The Relationship between Macular Pigment Optical Density and Retinal Straylight.

Research output: Chapter in Book/Report/Conference proceedingConference contribution

Abstract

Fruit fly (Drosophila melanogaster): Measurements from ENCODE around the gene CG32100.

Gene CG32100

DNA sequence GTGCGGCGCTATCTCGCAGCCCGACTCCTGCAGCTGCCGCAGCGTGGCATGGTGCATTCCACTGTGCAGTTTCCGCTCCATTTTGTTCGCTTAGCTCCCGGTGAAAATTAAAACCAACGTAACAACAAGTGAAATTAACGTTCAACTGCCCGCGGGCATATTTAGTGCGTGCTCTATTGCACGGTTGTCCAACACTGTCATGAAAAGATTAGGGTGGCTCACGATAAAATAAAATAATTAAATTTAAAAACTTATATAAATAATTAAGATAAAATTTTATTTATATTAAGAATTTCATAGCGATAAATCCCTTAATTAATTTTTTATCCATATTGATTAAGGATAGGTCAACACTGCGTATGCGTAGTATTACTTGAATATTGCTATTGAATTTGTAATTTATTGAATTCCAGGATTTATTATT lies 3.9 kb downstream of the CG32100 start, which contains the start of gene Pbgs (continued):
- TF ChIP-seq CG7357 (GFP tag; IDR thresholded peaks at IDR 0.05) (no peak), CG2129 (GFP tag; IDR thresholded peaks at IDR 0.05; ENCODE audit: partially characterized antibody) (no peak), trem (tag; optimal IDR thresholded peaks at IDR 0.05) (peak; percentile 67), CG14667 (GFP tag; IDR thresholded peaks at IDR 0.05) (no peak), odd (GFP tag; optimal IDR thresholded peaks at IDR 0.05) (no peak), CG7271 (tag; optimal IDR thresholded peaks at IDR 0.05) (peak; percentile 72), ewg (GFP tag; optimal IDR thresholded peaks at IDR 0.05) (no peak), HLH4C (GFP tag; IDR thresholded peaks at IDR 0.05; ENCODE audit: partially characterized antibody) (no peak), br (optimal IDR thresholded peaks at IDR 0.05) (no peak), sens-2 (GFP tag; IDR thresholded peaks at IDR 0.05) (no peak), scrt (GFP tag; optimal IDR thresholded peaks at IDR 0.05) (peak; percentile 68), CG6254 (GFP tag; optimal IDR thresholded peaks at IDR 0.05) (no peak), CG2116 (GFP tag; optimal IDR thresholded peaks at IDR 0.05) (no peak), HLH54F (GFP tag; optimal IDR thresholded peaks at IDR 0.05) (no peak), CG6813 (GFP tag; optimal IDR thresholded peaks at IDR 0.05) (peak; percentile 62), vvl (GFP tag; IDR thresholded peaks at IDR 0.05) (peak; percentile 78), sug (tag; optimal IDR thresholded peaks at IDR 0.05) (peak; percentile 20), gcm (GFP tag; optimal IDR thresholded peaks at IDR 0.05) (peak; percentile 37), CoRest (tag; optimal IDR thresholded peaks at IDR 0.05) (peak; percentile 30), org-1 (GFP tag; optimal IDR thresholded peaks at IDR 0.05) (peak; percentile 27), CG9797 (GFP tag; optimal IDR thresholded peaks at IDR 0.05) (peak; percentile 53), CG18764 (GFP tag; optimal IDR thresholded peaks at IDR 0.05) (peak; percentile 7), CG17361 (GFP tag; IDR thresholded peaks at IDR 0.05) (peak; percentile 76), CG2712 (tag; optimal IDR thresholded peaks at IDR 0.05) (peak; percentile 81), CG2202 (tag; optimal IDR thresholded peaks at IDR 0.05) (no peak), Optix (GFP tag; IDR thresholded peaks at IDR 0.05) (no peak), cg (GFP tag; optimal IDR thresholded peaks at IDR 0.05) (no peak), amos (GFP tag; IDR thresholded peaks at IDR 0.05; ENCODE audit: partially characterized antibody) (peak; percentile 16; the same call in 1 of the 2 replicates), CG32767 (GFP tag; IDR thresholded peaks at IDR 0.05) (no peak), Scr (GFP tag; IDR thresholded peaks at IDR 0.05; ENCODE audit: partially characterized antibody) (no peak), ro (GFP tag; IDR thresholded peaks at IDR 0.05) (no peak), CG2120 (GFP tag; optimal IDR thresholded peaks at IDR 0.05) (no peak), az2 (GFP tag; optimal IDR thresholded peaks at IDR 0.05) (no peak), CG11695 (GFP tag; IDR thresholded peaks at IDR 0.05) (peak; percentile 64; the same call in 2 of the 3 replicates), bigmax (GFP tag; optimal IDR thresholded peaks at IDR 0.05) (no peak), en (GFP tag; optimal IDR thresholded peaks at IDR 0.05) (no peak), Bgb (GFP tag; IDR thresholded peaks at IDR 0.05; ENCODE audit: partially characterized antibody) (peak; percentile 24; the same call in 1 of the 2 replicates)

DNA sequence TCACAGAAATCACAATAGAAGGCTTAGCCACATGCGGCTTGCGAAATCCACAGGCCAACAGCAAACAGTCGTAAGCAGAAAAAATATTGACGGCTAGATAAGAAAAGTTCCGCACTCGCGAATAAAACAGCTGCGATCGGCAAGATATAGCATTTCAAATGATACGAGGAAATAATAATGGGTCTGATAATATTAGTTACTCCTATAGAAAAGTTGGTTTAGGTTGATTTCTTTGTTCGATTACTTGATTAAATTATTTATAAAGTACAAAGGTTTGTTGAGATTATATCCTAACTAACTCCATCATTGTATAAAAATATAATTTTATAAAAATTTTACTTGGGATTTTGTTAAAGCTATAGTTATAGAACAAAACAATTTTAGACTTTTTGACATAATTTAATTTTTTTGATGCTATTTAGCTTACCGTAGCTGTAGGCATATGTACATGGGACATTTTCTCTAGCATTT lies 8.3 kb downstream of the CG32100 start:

Purpose: It has been reported that individuals with higher levels of macular pigment optical density (MPOD) are less affected by disability glare, have a faster photostress recovery time and suffer less visual discomfort. Such findings add weight to the theory that the macular pigment may play a role in improving visual performance in glare. The aim of this study was to further examine this theory by examining the relationship between macular pigment optical density and estimates of retinal straylight using the Oculus Cataract Quantifier (C-Quant).Methods: 36 individuals (aged 19-40 yrs) with good visual acuity, free from ocular disease and with clear ocular media participated. MPOD was measured at 0.5 degrees eccentricity from the foveal centre using a heterochromatic flicker photometry based densitometer instrument from MacularMetrics. Retinal straylight was estimated using the Oculus C-Quant, a commercially available device which uses a psychophysical compensation comparison method. Results: Mean MPOD was 0.38 (±0.18) log units (range 0 to 0.77). Mean straylight parameter (S) was 1.05 (±0.13) log units (range 0.86 to 1.48). There was no statistically significant association between age and MPOD (r=0.03, p=0.86), age and retinal straylight (r=0.01, p=0.94) and MPOD and retinal straylight (r=0.04, p= 0.83). There was no statistically significant difference in retinal straylight levels between those individuals with MPOD levels above the average (>0.38 log units) at 0.5 degrees eccentricity and below the average (t=0.37, df=34, p=0.72).Conclusions: Retinal straylight, estimated by the Oculus C-Quant, was not significantly associated with macular pigment optical density. Further investigation on the role of macular pigment in improving visual performance in glare in the human eye is required.